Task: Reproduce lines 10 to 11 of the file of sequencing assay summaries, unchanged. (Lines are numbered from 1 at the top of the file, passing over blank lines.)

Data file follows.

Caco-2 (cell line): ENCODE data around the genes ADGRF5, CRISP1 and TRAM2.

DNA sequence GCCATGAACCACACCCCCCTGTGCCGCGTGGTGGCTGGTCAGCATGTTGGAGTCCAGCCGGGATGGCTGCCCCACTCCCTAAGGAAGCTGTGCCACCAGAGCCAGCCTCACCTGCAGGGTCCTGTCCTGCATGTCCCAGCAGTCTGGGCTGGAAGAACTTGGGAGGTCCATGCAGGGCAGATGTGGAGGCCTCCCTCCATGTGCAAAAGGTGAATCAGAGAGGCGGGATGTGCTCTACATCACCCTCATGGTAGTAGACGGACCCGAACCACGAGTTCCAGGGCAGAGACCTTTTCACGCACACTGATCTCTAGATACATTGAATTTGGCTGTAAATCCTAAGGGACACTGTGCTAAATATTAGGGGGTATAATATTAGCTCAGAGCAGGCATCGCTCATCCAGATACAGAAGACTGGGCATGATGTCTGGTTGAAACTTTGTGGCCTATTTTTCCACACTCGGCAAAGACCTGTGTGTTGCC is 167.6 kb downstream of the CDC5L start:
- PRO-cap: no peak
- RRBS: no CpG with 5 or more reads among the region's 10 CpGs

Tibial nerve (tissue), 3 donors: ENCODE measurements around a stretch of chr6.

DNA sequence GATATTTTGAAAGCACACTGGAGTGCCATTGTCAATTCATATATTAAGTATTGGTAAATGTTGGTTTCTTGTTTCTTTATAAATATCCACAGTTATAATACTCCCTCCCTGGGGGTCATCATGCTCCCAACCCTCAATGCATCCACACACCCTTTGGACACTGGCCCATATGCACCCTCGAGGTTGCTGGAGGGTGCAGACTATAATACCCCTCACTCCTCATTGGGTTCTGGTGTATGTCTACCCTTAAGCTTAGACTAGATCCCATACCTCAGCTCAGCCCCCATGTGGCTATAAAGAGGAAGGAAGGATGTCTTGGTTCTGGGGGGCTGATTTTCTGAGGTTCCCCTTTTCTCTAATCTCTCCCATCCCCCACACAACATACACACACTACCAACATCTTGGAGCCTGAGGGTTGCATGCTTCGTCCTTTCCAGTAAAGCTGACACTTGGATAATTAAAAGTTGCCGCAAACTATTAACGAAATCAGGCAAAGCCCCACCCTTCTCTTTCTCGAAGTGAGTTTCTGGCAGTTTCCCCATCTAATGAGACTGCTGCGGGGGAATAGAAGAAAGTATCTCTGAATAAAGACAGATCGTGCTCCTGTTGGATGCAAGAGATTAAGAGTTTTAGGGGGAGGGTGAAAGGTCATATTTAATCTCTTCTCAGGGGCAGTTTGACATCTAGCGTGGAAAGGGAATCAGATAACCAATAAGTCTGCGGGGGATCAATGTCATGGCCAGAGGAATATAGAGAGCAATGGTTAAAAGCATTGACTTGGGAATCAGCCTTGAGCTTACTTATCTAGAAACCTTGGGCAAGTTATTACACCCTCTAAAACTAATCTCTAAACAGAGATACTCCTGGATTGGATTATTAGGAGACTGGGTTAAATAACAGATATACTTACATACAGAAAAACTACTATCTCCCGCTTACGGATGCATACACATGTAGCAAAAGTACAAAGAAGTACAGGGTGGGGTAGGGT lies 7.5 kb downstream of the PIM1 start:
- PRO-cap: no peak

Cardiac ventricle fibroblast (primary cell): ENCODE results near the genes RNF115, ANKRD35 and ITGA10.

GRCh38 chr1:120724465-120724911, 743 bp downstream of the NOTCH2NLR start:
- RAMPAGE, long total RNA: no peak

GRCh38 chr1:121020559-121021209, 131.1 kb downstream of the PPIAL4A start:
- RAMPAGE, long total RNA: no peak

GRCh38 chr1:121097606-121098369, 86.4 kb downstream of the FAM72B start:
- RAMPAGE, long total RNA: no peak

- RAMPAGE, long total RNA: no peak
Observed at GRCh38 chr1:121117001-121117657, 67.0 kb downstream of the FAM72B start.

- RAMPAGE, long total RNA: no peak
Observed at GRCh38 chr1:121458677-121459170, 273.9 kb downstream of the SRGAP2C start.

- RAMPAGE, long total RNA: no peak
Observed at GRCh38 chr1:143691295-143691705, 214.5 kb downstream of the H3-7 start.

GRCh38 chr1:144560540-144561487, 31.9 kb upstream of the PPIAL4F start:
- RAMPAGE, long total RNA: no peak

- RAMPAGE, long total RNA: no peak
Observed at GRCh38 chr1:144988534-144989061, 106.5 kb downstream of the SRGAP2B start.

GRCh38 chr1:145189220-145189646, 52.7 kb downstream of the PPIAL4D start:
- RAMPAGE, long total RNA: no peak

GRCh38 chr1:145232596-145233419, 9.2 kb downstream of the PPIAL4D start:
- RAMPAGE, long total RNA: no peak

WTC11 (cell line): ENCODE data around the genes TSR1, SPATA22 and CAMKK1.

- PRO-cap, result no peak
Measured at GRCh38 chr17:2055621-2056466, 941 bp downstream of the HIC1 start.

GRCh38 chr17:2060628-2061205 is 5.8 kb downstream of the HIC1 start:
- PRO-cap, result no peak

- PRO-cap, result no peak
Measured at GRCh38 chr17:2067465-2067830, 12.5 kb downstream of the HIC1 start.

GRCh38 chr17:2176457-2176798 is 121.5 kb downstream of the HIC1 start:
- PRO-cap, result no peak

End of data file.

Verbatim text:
- RAMPAGE, long total RNA: no peak

GRCh38 chr1:121020559-121021209, 131.1 kb downstream of the PPIAL4A start: